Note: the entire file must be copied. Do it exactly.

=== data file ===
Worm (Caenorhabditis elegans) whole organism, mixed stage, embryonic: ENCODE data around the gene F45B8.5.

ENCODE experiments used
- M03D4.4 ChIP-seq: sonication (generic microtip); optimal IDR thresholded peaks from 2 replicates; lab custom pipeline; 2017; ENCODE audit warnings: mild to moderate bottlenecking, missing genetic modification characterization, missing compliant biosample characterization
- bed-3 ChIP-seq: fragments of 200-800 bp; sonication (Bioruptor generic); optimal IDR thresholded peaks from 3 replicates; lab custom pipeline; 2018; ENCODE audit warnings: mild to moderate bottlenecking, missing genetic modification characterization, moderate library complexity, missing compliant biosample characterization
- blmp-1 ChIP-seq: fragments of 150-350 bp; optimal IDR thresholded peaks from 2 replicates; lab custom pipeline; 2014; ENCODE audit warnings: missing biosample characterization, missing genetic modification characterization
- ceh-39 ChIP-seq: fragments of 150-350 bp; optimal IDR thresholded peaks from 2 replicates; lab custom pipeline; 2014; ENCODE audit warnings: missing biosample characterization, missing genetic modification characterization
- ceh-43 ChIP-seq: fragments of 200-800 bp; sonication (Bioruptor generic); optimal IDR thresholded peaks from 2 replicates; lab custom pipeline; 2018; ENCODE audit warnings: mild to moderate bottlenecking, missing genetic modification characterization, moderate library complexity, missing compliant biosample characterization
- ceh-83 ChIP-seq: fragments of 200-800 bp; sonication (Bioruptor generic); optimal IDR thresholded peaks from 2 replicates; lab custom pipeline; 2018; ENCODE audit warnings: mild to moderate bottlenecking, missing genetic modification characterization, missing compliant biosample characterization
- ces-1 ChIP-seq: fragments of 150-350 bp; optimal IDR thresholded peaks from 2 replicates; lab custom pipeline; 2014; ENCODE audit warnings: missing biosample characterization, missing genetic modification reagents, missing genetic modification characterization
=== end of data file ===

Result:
Worm (Caenorhabditis elegans) whole organism, mixed stage, embryonic: ENCODE data around the gene F45B8.5.

ENCODE experiments used
- M03D4.4 ChIP-seq: sonication (generic microtip); optimal IDR thresholded peaks from 2 replicates; lab custom pipeline; 2017; ENCODE audit warnings: mild to moderate bottlenecking, missing genetic modification characterization, missing compliant biosample characterization
- bed-3 ChIP-seq: fragments of 200-800 bp; sonication (Bioruptor generic); optimal IDR thresholded peaks from 3 replicates; lab custom pipeline; 2018; ENCODE audit warnings: mild to moderate bottlenecking, missing genetic modification characterization, moderate library complexity, missing compliant biosample characterization
- blmp-1 ChIP-seq: fragments of 150-350 bp; optimal IDR thresholded peaks from 2 replicates; lab custom pipeline; 2014; ENCODE audit warnings: missing biosample characterization, missing genetic modification characterization
- ceh-39 ChIP-seq: fragments of 150-350 bp; optimal IDR thresholded peaks from 2 replicates; lab custom pipeline; 2014; ENCODE audit warnings: missing biosample characterization, missing genetic modification characterization
- ceh-43 ChIP-seq: fragments of 200-800 bp; sonication (Bioruptor generic); optimal IDR thresholded peaks from 2 replicates; lab custom pipeline; 2018; ENCODE audit warnings: mild to moderate bottlenecking, missing genetic modification characterization, moderate library complexity, missing compliant biosample characterization
- ceh-83 ChIP-seq: fragments of 200-800 bp; sonication (Bioruptor generic); optimal IDR thresholded peaks from 2 replicates; lab custom pipeline; 2018; ENCODE audit warnings: mild to moderate bottlenecking, missing genetic modification characterization, missing compliant biosample characterization
- ces-1 ChIP-seq: fragments of 150-350 bp; optimal IDR thresholded peaks from 2 replicates; lab custom pipeline; 2014; ENCODE audit warnings: missing biosample characterization, missing genetic modification reagents, missing genetic modification characterization